New York City Mayor Eric Adams blamed Republicans Sunday for issues the Big Apple is facing as the sanctuary city's officials struggle to house, feed, and care for thousands of migrants.
"If this is properly handled at the border level, this issue can be resolved while we finally get Congress, particularly the Republican Party, to deal with comprehensive immigration policy," Adams told CBS News's "Face the Nation" moderator Margaret Brennan.
Adams told Brennan the $30 million the White House has pledged to help NYC deal with the migrant crisis is insufficient. According to Adams, the city has spent close to $4.3 billion and counting.
"When you look at the price tag, $30 million comes nowhere near what the city is paying for a national problem," he said.
When Brennan challenged him on the "migrant magnet" powered by New York City's sanctuary city status, Adams deflected, again focusing on Republicans.
"The problem is that Republicans for far too many years have failed to deal with real immigration reform. This is a national issue."
He suggested allowing migrants and asylum seekers to have work status as a partial solution.
Some migrant moms who recently illegally migrated from Ecuador have taken to the unlicensed selling of fruit and drinks along dangerous highways and busy intersections, as the New York Post reported Sunday.
The mothers, with babies strapped to their backs, sell the locally purchased food to motorists who have stopped for red lights. Councilman Robert Holden, a Democrat, called the scary situation potentially "catastrophic."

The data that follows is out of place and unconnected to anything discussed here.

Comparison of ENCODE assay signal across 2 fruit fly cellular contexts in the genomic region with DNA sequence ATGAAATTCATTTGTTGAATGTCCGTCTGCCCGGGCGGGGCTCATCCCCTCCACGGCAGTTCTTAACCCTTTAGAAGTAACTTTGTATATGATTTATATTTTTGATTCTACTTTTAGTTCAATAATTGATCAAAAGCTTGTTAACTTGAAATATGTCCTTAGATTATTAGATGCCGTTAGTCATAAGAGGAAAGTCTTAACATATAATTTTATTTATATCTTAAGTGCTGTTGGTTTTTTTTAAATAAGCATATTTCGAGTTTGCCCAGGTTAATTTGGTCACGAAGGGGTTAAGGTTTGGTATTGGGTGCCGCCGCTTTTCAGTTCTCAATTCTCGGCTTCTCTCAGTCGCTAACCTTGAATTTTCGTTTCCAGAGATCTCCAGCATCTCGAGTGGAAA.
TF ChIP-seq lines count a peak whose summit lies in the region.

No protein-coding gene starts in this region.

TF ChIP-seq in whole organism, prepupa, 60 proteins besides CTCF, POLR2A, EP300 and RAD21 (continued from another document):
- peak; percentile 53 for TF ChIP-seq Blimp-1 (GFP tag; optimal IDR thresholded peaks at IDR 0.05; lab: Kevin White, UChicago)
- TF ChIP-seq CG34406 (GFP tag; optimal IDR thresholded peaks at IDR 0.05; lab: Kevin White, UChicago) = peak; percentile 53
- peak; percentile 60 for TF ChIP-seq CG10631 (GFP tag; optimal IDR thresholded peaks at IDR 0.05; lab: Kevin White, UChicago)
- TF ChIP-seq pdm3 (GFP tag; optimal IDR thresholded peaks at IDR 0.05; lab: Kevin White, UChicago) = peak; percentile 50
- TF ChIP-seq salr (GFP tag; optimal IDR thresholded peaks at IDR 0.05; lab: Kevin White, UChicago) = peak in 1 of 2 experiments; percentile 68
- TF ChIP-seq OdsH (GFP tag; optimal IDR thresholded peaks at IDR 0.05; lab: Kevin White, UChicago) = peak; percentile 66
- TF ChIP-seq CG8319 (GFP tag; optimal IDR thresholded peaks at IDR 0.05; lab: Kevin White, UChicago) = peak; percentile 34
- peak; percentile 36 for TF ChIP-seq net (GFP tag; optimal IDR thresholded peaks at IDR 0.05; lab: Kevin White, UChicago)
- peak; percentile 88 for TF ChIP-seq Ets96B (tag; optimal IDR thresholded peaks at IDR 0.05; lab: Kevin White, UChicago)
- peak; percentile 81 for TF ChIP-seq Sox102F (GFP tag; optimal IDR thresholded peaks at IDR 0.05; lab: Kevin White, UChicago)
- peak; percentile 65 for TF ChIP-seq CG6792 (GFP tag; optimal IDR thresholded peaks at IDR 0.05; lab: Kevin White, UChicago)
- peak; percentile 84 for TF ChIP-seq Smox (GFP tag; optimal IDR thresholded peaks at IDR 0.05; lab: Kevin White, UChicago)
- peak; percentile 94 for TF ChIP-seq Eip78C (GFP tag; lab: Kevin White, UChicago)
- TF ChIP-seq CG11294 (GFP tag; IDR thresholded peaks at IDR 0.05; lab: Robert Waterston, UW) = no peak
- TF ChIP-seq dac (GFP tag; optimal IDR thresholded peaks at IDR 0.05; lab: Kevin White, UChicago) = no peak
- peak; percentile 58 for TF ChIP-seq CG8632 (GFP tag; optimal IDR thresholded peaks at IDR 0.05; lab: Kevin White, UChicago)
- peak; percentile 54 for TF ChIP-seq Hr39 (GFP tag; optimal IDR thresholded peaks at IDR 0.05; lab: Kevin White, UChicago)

Holden was referring to the possibility the women or their children could be killed or maimed while weaving among vehicles selling their wares. Holden's appeal to the NYPD to address the situation with more vigor has met with little success.
Mayor Adams says a "decompression strategy" is required to take some of the pressure off the city, which still has 42,000 migrants "in our care." He characterized the bussing of migrants to cities like New York an "unfair" burden.
Part of that decompression strategy, bussing migrants to nearby counties, met with instant backlash and legal challenges.
Sunday morning, Suffolk County announced plans to draft a resolution to assure its residents do not bear the financial burden if NYC busses migrants there, News 12 Long Island reported.
New York City made a "conscious decision to be a sanctuary city, Suffolk County did not," Suffolk Legislature's Presiding Officer Kevin McCaffrey said in a press conference covered by News 12. McCaffrey added that the county's top priorities are "public safety and fiscal responsibility."
Orange County and Rockland County have already taken action to stem the tide of migrants being bussed in from New York City.
Watch a portion of NYC Mayor Eric Adams' interview with "Face the Nation" moderator Margaret Brennan below.
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